Can trading be taught? The famous “turtle experiment” says it can. And the turtles followed trends.
Editor’s note: This is part two of a three-part series on Richard Dennis and his “turtle traders,” and what traders can learn from the 1980s experiment. Part 1 tells the turtle traders’ story and offers a few tips on how to trade like a turtle.
We’ve all heard the saying “the trend is your friend,” and for good reason. There’s an entire group of traders and money managers who swear by the so-called “trend-following” approach.
Well, there’s no trading holy grail, but trend-following can be an effective way to invest, says David Settle.
To understand the nature of trend-following, it may help to think back to Sir Isaac Newton—the man with the apple—and the first of his laws of motion. In case you slept through high school physics class, the law simply states that an object in motion tends to stay in motion until it encounters a greater opposing force.
This concept can be applied to market trends, too. Trading in the direction of the primary trend can offer the path of least resistance for traders … until the end of the trend. Technical traders use a variety of indicators, such as moving averages and trendlines, to trade with the trend.
One basic approach that the turtle traders used was a new four-week high as an entry signal. The exit signal was a close below the 20-day low. The idea was to buy upside breakouts from a trading range to catch a new trend move, and get out on a signal that the trend was exhausted.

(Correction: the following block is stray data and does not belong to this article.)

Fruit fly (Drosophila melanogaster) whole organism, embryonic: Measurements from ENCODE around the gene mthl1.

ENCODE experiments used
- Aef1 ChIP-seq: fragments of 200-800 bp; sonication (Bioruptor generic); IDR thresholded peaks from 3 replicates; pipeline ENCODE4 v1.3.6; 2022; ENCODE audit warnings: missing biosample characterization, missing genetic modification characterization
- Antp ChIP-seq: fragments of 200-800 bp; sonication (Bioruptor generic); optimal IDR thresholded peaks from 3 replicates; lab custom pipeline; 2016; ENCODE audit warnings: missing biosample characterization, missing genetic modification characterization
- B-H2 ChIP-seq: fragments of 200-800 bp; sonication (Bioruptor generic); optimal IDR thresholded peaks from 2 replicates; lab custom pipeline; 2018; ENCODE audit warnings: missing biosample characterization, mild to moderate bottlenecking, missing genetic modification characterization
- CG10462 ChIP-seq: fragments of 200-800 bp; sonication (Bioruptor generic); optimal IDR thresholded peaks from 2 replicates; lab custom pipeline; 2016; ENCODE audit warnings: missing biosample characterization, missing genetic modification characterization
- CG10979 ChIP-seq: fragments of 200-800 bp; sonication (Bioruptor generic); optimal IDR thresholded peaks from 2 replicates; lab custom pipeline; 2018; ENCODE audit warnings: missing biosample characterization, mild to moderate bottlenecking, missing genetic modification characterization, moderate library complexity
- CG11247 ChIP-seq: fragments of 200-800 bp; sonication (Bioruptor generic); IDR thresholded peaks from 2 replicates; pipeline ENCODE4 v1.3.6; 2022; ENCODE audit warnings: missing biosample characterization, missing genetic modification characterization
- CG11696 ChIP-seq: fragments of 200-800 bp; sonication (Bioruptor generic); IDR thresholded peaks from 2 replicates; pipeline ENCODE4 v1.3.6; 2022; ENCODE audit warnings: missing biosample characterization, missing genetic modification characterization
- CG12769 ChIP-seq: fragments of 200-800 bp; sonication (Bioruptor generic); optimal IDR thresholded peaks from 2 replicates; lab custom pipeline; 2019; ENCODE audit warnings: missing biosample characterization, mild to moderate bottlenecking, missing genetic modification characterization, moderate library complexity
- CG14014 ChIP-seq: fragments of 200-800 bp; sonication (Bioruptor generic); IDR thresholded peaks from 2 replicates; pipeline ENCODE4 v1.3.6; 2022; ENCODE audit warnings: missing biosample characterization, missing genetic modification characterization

“Systems work as long as traders and investors stay disciplined. This particular system shoots for bigger winners, as trends can last for some time,” Settle says.
The investing method is similar to the turtles’ approach in that it’s also based on trends and momentum. It relies on the idea that strength begets strength. Settle explains:
The key to the turtles’ success wasn’t necessarily the technical analysis; the entry and exit rules were relatively basic compared to some price rules, Settle notes. He points to the importance of monitoring risk. “The risk management rules and scaling rules—entering and exiting multiple smaller positions instead of all at once on the first signal—allowed turtle trades to maximize the trend and keep losses small when original positions didn’t work out,” Settle says.
The key takeaway for traders? No matter what your trading style, managing risk is the most important part of any investing plan. "Allow winners to keep going as long as possible and cut off trades that don't work out quickly to minimize the loss. Small losses are okay, but big losses can be catastrophic," Settle says.
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